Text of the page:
Born on his father’s birthday

Eric and Dad at the old Atlanta airport, sometime in the mid 1970's

Eric and Dad at the old Atlanta airport, sometime in the mid 1970’s

“He was born on his father’s birthday, a gift that keeps on giving.”
George F. Will, writing about his eldest son Jon

This month I pay tribute to the two men who, other than my husband, have had the most lasting influence in my life.  My father was born in April, and his first child was a son born on his birthday.  As George Will can attest, it’s a gift that keeps on giving.

Daddy had the good fortune to grow up right along with the aviation industry, first seeing a biplane during his childhood in the early 1930’s, learning to fly in the 1940’s, going on to train Air Force pilots to fly during the 1950’s, and eventually retiring as captain on a wide body airliner after over 30 years with Eastern Air Lines.  I really can’t think of any other job I’d rather my father have had; there were no down sides to it that I could ever see (other than occasionally having him gone on holidays).  I grew up listening to dinner table conversations about places he had been that day; New York or the Caribbean or the west coast.  More than once, we dropped everything (including school) to take off for a quick getaway.  The world always seemed small enough to be a friendly place and accessible enough to become familiar.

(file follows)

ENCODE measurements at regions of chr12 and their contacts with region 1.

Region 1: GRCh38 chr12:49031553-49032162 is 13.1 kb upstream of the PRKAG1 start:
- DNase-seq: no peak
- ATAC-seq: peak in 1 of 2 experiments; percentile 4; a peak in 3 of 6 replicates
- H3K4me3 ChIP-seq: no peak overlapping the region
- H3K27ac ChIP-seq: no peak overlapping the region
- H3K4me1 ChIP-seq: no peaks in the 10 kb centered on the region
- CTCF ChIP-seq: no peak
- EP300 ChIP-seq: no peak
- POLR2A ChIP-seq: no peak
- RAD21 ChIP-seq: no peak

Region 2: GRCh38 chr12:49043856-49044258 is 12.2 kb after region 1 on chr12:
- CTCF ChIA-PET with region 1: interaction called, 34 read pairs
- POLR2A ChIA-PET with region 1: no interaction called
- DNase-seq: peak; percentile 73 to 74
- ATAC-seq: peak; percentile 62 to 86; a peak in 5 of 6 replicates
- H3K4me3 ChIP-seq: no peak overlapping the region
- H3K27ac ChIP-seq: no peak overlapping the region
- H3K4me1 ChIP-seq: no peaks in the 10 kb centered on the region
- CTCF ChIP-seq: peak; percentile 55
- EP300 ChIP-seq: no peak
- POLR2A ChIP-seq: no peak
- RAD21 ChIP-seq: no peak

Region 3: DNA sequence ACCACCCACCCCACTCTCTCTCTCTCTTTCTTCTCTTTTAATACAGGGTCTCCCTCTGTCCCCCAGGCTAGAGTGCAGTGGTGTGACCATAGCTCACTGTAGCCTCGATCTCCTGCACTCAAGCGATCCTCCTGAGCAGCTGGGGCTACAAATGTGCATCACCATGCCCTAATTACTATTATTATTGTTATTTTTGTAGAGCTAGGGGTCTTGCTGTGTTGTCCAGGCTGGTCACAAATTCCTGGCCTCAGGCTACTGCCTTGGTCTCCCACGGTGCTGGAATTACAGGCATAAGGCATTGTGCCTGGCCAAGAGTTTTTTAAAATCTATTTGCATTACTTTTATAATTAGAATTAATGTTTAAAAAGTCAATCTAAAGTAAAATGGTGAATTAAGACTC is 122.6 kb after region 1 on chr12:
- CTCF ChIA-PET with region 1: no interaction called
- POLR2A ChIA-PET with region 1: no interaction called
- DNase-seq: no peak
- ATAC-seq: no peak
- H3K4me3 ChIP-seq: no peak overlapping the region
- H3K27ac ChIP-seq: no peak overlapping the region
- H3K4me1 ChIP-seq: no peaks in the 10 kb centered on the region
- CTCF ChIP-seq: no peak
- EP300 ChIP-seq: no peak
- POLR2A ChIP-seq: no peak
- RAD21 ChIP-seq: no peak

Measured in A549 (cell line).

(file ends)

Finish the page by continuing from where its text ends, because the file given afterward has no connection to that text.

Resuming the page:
Although my sister, brothers and I are close in age, my older brother often took on himself the role of a second father to his younger sisters and brother. While this could be exasperating at times, it was also comforting.  No one was surprised when he followed his father’s contrails into the sky, first as an F-100 pilot, then as an airline pilot for Northwest.  As my father did, he gave me the opportunity to travel on passes (including the trip I wrote about here) but more importantly, brought back stories of his experiences that widened my world considerably.

I worked for USAir (formerly Piedmont) for five years, although I never served on a flight crew.  The airport gates and tarmac were familiar to me, the airline lingo a vocabulary I learned from birth.  I have watched the changes in the industry with interest and a bit of nostalgic sadness when I remember how special it used to be to fly.  It’s now almost universal to talk of airlines, and flying itself, with contempt; to complain about the many irritations that have been an inevitable result of deregulation and the harsh reality of global terrorism.